Coaches believe social distancing will be the most difficult aspect when training resumes on Monday.
AFL Victoria released its 'coronavirus edict' on Tuesday, outlining the regulations clubs and players must follow, which includes at least one COVID-Safe officer and register of participants.
"Probably the social distancing, the 1.5m whilst training," North Albury coach Isaac Muller said when quizzed on what will be the hardest guideline to police.
"I think it's great we're getting back to training, but trying to keep that social distancing is going to be challenging.
"Designing drills with 10 people is hard enough as well."
Players can train in groups of 10 with a second group allowed on the oval at the same time, provided they do not come close to each other. The ground will also be split into two zones.
"I suppose having 20 on the ground and keeping them separated could be a challenge, but we'll be able to work with that," Wodonga Raiders' coach Jarrod Hodgkin said.
Muller is planning on all players completing two sessions a week.
"Because you're limited to 10 players per group and only two groups on the field at once, with 60 players, we're going to have to do three nights a week in Tuesday, Wednesday and Thursday," he said.
"The boys will do one of those sessions, so three lots of 20 and then all 60 players will do three different sessions on Saturday, running from the morning to just after lunch."
Muller was about to start his second year of coaching after guiding the Hoppers to three wins, an outstanding effort considering the number of star players who departed over summer.
Generally, the first year of coaching is considered the most difficult, but the 23-year-old says this disrupted season has already passed his baptism of fire.
"I think it has because you don't have that reassurance of where you're up to," he said.
"At least when you're playing, even if it is your first year, say we lost by 100 points, you know where you stand, whereas this whole time, you just don't know where you are."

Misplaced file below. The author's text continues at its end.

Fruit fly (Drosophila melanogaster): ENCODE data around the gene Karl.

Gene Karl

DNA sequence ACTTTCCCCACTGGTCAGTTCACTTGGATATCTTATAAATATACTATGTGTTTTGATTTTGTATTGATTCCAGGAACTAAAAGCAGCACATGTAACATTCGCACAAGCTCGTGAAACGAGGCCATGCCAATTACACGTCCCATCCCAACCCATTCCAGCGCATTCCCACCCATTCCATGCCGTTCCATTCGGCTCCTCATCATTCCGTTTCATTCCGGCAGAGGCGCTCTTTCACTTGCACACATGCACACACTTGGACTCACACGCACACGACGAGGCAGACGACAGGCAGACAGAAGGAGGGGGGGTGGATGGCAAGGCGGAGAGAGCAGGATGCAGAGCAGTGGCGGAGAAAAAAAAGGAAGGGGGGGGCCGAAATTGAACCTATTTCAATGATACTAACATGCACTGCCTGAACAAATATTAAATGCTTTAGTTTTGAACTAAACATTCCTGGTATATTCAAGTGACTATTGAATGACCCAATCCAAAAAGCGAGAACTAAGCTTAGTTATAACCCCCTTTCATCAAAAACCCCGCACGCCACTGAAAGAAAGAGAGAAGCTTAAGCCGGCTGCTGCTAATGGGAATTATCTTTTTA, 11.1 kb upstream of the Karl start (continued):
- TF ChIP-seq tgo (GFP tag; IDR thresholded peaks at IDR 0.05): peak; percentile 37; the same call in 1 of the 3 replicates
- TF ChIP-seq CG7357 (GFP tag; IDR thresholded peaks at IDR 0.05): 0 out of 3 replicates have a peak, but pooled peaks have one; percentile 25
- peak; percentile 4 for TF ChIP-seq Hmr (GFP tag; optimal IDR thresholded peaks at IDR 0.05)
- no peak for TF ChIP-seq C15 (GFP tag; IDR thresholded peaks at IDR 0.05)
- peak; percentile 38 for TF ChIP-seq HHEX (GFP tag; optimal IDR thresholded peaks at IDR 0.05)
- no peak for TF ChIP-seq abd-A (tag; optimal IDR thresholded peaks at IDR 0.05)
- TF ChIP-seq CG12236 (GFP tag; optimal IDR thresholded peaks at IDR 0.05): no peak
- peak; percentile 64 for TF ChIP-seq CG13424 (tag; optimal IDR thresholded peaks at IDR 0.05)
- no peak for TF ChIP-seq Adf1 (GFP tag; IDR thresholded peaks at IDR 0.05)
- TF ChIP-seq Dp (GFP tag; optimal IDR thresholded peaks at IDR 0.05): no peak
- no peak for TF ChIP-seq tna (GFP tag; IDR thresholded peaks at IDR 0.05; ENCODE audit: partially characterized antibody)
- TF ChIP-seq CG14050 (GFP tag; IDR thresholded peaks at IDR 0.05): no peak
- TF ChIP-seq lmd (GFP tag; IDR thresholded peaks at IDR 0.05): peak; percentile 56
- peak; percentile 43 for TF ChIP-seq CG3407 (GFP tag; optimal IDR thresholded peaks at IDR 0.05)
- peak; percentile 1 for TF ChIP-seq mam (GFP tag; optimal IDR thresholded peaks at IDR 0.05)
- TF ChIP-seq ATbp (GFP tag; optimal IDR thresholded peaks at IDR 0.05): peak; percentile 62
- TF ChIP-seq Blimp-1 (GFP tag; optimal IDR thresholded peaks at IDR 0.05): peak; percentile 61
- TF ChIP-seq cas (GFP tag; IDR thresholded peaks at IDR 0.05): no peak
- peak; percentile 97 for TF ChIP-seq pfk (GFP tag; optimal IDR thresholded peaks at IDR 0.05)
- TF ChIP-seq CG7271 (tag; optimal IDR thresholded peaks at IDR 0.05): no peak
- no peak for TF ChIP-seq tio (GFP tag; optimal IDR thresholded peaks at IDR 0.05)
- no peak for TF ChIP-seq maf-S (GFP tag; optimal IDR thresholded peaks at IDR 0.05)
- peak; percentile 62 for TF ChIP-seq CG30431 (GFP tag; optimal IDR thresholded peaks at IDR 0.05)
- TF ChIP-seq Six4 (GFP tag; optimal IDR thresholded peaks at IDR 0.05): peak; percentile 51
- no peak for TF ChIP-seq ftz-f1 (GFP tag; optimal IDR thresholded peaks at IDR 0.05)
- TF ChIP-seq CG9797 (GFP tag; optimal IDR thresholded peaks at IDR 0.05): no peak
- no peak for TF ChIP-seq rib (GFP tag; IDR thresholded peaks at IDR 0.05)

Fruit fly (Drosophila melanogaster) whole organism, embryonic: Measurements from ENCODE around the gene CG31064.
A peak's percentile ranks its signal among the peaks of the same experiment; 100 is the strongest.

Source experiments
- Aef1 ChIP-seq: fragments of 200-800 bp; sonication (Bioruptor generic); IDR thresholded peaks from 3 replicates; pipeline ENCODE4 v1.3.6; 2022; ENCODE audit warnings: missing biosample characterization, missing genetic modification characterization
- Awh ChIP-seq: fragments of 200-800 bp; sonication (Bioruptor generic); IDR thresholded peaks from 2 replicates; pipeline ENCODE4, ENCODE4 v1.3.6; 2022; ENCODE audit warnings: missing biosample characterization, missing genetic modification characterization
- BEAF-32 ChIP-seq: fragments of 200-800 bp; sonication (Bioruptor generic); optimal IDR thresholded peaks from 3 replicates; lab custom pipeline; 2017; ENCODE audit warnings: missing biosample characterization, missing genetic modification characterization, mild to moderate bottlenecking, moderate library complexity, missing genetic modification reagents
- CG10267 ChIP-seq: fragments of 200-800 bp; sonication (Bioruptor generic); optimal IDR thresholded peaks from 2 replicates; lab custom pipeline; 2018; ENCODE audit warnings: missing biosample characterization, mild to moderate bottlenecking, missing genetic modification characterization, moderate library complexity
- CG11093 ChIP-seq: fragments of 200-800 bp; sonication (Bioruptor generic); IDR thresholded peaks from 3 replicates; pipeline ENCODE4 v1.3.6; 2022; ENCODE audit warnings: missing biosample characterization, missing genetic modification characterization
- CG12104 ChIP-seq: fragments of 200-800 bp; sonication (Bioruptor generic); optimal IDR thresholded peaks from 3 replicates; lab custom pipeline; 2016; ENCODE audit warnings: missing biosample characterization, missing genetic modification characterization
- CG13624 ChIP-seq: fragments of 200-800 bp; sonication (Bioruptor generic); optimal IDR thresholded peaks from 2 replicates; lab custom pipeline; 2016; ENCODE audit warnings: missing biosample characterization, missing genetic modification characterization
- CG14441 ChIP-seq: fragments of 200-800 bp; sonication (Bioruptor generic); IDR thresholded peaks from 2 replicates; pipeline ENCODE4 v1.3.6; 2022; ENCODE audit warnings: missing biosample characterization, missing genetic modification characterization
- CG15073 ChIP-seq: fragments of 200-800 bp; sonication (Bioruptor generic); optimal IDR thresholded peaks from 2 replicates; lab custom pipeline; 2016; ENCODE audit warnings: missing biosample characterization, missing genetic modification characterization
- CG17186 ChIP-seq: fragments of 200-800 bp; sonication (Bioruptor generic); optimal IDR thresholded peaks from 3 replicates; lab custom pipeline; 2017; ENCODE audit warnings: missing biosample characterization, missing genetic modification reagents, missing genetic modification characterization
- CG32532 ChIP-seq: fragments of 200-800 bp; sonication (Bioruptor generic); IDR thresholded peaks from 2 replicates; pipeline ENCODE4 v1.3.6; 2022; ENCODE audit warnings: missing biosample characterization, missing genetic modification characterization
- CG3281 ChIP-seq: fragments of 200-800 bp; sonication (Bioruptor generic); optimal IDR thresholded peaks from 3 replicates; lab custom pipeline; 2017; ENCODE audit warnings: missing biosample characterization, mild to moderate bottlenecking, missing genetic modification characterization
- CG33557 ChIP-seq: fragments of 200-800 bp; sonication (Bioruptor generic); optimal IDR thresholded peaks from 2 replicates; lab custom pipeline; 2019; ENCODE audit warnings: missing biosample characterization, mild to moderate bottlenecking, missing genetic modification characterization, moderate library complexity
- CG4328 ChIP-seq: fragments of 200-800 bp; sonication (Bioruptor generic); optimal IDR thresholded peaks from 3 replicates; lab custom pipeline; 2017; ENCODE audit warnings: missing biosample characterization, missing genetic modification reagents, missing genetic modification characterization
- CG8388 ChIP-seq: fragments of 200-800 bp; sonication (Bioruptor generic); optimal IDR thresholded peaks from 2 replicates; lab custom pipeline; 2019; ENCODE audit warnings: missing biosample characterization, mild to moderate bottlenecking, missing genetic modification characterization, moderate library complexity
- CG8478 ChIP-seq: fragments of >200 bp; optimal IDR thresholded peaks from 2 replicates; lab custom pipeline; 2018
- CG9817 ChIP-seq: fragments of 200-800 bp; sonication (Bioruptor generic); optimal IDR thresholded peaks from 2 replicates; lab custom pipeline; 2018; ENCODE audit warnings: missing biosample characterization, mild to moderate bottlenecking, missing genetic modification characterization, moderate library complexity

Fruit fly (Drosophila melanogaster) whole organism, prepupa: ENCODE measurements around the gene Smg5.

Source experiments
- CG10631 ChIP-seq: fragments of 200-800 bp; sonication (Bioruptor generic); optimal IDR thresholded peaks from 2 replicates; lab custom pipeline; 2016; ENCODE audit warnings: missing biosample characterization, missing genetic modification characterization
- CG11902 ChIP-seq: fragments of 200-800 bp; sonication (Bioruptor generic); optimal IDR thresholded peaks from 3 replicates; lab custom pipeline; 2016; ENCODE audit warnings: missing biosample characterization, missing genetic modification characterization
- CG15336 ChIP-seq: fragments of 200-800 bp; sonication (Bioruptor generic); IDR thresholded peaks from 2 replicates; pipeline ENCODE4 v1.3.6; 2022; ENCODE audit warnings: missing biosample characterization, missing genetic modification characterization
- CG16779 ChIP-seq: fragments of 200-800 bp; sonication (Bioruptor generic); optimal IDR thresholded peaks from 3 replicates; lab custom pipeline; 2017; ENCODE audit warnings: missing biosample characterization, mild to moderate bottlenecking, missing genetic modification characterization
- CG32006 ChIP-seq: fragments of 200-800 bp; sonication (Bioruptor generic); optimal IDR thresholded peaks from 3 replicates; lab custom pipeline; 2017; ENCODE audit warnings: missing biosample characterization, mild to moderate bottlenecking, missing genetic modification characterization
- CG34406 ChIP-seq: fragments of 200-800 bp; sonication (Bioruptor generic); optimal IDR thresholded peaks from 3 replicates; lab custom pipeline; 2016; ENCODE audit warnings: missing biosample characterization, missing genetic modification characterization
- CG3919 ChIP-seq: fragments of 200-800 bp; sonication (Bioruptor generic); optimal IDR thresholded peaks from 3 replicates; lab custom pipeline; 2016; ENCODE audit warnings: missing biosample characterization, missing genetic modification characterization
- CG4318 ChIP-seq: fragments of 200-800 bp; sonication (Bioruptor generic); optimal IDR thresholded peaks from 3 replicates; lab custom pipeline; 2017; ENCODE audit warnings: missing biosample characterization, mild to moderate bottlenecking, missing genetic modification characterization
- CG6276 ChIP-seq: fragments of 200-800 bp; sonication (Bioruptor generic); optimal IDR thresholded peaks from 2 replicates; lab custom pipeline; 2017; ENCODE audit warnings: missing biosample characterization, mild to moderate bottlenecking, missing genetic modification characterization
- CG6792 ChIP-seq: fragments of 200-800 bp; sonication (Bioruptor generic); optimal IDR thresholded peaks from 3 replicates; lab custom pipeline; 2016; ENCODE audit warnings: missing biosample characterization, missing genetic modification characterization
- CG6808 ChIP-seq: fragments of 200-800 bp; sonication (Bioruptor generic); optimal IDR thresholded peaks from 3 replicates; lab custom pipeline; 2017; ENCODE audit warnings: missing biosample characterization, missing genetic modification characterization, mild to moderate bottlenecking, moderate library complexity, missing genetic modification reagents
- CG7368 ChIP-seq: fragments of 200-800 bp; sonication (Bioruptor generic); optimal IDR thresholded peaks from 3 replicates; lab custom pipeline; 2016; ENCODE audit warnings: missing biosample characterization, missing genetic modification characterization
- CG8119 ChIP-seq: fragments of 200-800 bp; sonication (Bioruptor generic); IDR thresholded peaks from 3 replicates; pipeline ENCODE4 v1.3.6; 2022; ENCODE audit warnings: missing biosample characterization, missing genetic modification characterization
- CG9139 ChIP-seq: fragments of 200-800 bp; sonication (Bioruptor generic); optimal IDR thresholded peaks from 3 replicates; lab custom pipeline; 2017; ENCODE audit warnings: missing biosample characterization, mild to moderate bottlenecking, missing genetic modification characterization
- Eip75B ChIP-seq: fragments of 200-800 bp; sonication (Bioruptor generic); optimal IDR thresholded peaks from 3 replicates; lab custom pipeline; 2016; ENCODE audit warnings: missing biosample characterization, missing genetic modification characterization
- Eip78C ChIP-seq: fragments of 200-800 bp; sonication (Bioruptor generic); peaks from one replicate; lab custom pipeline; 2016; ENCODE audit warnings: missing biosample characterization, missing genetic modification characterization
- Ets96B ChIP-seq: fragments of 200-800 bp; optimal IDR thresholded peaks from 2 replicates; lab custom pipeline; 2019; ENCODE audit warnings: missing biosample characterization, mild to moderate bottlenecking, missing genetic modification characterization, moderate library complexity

Hodgkin is also entering his second season, but he did what few players have done, certainly in the modern era, by snaring the Morris Medal as a coach.
"I wouldn't say this year is harder, I'd say it's going to present more challenges," he said.
"But I'd say I'm better equipped to deal with those challenges after spending last year coaching and the year before as an assistant coach."
Muller says the inability to monitor players has been another difficult component during the individual training for much of the past two months.
"Spot on, you don't get to see the players, you don't know what condition they're in," he said.
"I love being able to educate the players in terms of running patterns and the ability to shift the footy across the field, but all that's been taken away.
"The old Zoom chat hasn't been that easy to illustrate a lot of that (laughs).
"Trying to keep the boys motivated is challenging through a cold winter, let alone when you're not playing and not sure whether we will be playing.
"Now that we're able to get around one another, it will be really good for a couple of weeks, but then we will need to know from league officials whether we play."
The uncertainty also naturally has a major impact on planning by club officials.
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"Clubs are not sure how to prepare, are they going to prepare for this year and get the funds up to pay the guys, on whatever level that may be?," Hodgkin asked.
"If it gets called off, the earlier the better, so they can plan for next year."
Almost two months ago at a delegates meeting, the O and M proposed three starting dates of June 27, July 25 and August 8 for a nine-round season, plus finals.